Tuesday, March 2, 2010


quirky |ˈkwərkē|
characterized by peculiar or unexpected traits

It strikes me that I have a couple of quirks. 'Oh, just two, I beg to differ,' say all who know me.

I've had two odd reading experiences in a row. I don't need to mention the titles since the authors are alive.

The first one was a biography. I think perhaps not too much is known about the subject, and often the author would say 'may' or 'probably' about various incidents. For example the person 'may' have seen a particular movie that night. I couldn't stand it. I know that biographers don't know all the facts, but I'd rather the author limit the book to what is known.

The other book was a memoir and it was written in the present tense. Is that the right term? Something like, 'Nan and I are eating our dinner of potatoes and carrots.' I would rather read, 'Nan and I ate a dinner of potatoes and carrots.' Tom told me this is a common way of writing, but I sure don't like it. I don't even like an oral story told to me that way. If it happened in the past, I like to see or hear the past tense.

So there you have two quirks of Nan.


  1. I agree with you on both, Nan.

    Writing a memoir in the present tense is like writing on twitter. LOL.

    And if you aren't sure about something, why write about it?

  2. I don't think that's quirky I think it's just application of sound judgment (does that make me quirky? ...lol)

  3. The first one I completely agree with! If I am reading with a view of knowing the subject, why would I want to rely on conjecture? The second I haven't really thought of but I have a feeling this will be in the back of my mind the next time I pick up a memoir:)

  4. Hi Nan -

    Lovely and intrieguing blog post...

    Re memoir - i think I would be totally thrown if I picked up a memoir and it was written in the present tense - it would be a very strange reading experience. having said that - I enjoy memoir writing but it can be *very* variable.

    Re biography - I think that it always has to be clear what is established fact and what is supposition - but I take the view that a bit of supposition is ok - in fact it is the life blood of historical enquiry - I know from my own research that sometimes there is conflicting evidence about what a person has done/thought - and I think that it makes for a better book if a biographer gives time to considering - well did they do A or did they do B. It is an interesting question though and I must say that recently i read a biography whih had me crawling up the walls with the amount of unfounded guess work....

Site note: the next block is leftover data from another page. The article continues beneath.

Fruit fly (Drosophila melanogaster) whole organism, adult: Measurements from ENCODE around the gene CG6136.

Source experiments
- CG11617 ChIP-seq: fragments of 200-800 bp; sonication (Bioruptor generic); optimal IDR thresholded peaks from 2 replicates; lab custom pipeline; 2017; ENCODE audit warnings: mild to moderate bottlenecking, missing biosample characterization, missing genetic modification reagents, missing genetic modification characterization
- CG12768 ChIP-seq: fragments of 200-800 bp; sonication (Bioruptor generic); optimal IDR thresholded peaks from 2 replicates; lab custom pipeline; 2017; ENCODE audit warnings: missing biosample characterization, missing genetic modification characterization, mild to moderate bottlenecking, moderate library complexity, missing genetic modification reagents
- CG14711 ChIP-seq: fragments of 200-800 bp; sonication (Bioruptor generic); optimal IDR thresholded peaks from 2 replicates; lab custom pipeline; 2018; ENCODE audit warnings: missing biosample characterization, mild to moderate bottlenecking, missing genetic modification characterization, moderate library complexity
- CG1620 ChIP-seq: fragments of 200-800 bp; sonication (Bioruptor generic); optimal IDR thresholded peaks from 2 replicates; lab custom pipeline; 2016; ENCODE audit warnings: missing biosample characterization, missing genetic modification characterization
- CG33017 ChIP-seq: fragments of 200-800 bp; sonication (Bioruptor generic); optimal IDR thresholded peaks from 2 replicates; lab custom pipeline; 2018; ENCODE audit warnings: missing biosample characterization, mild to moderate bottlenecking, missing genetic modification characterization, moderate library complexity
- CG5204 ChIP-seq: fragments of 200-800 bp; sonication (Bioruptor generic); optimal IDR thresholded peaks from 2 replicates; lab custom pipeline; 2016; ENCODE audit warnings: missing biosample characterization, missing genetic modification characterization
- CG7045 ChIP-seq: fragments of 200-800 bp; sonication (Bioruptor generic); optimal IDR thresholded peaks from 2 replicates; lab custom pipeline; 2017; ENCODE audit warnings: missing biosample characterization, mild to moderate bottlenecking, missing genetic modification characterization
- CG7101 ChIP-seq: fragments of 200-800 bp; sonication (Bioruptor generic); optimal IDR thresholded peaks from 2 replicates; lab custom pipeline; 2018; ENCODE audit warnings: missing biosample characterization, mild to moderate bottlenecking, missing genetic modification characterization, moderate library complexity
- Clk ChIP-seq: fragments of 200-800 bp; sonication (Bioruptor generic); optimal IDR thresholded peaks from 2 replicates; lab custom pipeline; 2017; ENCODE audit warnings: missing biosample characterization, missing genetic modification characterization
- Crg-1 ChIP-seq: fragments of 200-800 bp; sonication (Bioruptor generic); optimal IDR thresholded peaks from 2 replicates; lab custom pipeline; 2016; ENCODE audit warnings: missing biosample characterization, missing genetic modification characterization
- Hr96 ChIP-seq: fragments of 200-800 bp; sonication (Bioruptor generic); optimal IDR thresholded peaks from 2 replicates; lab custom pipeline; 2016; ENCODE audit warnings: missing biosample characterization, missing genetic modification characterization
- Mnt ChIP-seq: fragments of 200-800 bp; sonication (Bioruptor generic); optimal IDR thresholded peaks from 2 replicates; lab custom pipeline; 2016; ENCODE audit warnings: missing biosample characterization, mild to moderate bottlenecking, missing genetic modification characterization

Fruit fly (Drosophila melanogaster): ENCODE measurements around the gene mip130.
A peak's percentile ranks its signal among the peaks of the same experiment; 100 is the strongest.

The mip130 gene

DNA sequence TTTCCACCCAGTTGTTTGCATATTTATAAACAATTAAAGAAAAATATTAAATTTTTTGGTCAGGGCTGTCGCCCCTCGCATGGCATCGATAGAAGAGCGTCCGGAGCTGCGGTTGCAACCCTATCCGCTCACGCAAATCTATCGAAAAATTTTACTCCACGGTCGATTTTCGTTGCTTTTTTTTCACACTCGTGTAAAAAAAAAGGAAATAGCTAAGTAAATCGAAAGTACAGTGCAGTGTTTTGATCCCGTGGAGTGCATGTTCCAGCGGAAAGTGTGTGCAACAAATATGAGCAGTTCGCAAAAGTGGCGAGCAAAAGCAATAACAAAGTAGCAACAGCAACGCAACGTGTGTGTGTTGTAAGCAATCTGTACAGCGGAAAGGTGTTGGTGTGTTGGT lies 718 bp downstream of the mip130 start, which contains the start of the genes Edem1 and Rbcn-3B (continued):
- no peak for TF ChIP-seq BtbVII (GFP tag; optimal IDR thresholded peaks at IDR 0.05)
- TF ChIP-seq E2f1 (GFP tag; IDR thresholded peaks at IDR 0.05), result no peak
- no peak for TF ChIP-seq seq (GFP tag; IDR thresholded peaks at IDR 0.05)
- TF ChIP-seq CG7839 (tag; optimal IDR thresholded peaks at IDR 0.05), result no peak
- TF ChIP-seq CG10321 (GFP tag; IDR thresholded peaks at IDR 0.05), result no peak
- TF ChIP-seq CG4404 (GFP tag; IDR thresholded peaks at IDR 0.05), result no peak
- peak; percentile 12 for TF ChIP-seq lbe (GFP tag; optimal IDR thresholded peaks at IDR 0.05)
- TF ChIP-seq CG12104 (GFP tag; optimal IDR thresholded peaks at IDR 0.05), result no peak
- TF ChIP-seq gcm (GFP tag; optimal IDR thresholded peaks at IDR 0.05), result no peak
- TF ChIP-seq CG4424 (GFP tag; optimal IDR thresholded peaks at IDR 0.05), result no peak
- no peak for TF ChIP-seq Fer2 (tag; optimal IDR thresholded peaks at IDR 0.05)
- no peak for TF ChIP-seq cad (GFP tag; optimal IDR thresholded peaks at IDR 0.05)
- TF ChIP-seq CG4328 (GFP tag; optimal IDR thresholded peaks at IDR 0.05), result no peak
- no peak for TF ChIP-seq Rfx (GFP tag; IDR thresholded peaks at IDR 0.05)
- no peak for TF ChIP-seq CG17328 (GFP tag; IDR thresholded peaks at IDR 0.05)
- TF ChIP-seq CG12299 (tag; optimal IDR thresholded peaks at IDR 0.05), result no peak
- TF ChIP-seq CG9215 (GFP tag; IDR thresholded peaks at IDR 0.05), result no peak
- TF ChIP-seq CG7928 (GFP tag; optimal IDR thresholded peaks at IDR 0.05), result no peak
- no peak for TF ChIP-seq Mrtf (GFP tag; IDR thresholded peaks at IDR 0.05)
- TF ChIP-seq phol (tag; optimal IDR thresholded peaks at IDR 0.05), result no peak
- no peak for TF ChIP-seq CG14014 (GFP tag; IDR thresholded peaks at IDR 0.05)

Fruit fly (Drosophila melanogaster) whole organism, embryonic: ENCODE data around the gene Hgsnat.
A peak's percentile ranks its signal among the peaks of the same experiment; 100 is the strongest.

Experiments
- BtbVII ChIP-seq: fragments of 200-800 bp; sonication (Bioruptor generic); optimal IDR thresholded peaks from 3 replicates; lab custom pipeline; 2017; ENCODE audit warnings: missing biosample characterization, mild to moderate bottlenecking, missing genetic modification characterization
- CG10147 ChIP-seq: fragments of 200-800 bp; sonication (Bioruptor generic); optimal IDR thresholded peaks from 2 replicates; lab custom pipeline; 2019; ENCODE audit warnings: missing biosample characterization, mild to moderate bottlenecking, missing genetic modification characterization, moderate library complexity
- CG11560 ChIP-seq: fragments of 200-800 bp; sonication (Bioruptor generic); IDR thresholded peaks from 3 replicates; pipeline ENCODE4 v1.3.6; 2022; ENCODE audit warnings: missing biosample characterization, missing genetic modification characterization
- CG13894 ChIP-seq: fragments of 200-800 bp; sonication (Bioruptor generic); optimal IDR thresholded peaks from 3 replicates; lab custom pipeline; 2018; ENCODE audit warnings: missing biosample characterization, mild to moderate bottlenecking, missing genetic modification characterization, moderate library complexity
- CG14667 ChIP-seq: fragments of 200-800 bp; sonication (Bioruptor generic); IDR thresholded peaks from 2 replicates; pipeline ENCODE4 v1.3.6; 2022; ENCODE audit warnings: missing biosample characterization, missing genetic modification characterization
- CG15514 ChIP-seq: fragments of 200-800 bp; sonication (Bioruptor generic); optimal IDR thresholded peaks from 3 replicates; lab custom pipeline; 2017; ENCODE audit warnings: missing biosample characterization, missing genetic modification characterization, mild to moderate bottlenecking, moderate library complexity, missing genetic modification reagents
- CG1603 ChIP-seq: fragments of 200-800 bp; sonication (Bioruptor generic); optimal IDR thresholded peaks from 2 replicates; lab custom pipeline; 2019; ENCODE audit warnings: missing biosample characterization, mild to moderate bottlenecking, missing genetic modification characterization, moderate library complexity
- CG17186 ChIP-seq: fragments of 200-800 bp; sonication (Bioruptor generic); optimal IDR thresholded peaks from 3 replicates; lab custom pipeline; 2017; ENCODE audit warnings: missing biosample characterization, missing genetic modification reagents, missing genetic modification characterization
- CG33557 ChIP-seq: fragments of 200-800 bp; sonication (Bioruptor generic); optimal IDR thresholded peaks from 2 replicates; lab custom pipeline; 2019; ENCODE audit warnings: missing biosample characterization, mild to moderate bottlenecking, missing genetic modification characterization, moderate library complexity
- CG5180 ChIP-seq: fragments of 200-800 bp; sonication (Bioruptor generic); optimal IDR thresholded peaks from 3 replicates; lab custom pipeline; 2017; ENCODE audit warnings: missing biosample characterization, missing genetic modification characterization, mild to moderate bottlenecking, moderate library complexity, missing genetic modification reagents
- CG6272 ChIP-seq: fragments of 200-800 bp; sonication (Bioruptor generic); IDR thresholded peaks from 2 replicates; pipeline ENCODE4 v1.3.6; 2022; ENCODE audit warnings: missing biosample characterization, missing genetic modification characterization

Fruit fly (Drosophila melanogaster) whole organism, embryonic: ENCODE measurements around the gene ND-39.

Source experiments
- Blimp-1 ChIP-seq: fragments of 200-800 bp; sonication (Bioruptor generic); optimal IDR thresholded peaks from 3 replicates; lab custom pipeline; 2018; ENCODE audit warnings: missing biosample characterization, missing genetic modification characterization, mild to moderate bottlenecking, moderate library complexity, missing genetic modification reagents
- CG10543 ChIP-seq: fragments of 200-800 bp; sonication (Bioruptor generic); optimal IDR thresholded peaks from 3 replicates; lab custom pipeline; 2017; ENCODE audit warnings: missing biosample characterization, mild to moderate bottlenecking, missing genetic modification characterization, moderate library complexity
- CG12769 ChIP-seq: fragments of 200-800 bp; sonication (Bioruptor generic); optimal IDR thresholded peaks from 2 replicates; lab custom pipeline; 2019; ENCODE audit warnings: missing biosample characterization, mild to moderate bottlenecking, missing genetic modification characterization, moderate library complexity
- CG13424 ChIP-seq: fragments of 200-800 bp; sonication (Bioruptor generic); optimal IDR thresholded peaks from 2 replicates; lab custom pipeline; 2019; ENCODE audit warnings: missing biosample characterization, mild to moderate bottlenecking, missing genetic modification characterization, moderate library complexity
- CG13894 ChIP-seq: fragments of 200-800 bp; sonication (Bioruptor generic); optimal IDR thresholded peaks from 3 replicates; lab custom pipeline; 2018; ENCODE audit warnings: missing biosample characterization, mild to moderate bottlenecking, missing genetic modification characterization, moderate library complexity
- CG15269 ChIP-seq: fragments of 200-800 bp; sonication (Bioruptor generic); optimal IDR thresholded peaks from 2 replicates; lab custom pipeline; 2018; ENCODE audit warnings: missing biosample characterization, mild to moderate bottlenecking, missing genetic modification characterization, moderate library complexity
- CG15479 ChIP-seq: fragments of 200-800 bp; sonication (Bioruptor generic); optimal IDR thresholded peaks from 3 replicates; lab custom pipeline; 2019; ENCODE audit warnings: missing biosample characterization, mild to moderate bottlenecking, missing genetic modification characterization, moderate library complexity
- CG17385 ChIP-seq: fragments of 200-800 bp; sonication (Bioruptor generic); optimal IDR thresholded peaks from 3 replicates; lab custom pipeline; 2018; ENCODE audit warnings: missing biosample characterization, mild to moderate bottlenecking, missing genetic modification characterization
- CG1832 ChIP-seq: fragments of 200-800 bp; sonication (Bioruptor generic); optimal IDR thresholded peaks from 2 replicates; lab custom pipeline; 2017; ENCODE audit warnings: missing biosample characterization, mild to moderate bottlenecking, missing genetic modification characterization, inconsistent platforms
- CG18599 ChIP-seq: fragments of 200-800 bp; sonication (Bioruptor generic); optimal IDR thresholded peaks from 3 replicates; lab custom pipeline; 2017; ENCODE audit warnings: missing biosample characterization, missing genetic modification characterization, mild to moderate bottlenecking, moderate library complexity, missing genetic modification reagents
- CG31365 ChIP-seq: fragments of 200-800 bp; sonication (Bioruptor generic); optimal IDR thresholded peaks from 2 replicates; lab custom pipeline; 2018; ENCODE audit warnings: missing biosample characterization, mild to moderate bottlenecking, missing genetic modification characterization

interesting post - happy quirky reading,


  5. I'm with you too, Nan. In general I'm not keen on books written in the present tense, though I've read one or two that were excellent. Mostly though, I prefer past tense. It's probably a personal preference thing, as present tense books seem to be in fashion just now.

  6. I so agree about the present tense!ge

  7. I agree - the first sounds irritating and the second downright weird.

    It's good to be quirky!

  8. I agree totally about 'may' and 'probably'. The present tense I often find awkward, but it does sometimes work in fiction - there has to be a reason for it, though!

    Btw, I love the picture of the bench and fence in the snow.

  9. Well, I'll tell you, I'm thrilled that anyone responded to this post, but I'm not really surprised. We readers do love to read of such things. I was glad to know I'm not the only one. Thanks so much for writing.

  10. I'm with you all the way. Does that make both of us quirky?

  11. Your quirks may just indicate common sense, Nan! Biographers have no right to play with what they "think might be the truth." It's not fair to the subject, who didn't ask for the book in the first place.

    And present tense is irritating to read for some unknown reason. It is to be used sparingly, for effect, and it takes a master to do it well. I permit it only under those circumstances.

  12. Hey commonweeder, I love your new picture! Maybe not so quirky or unusual according to all these comments. :<)

    Mary Lois, oh that's a much better way to put it!

  13. Oh yes. I read a biograpy of Clarice Cliff a while ago and it was all - perhaps she walked down this street, etc etc. I couldn't finish it. I think there is a particular art to life writing.

  14. Vintage Reader, the biography I am currently reading does this a bit, but I'm able to bear it because it isn't so prevalent as in the one I was referring to in this post. The author also works at backing up her assumption better. I now must look up Clarice Cliff - I've not heard of her, but what a beautiful name.


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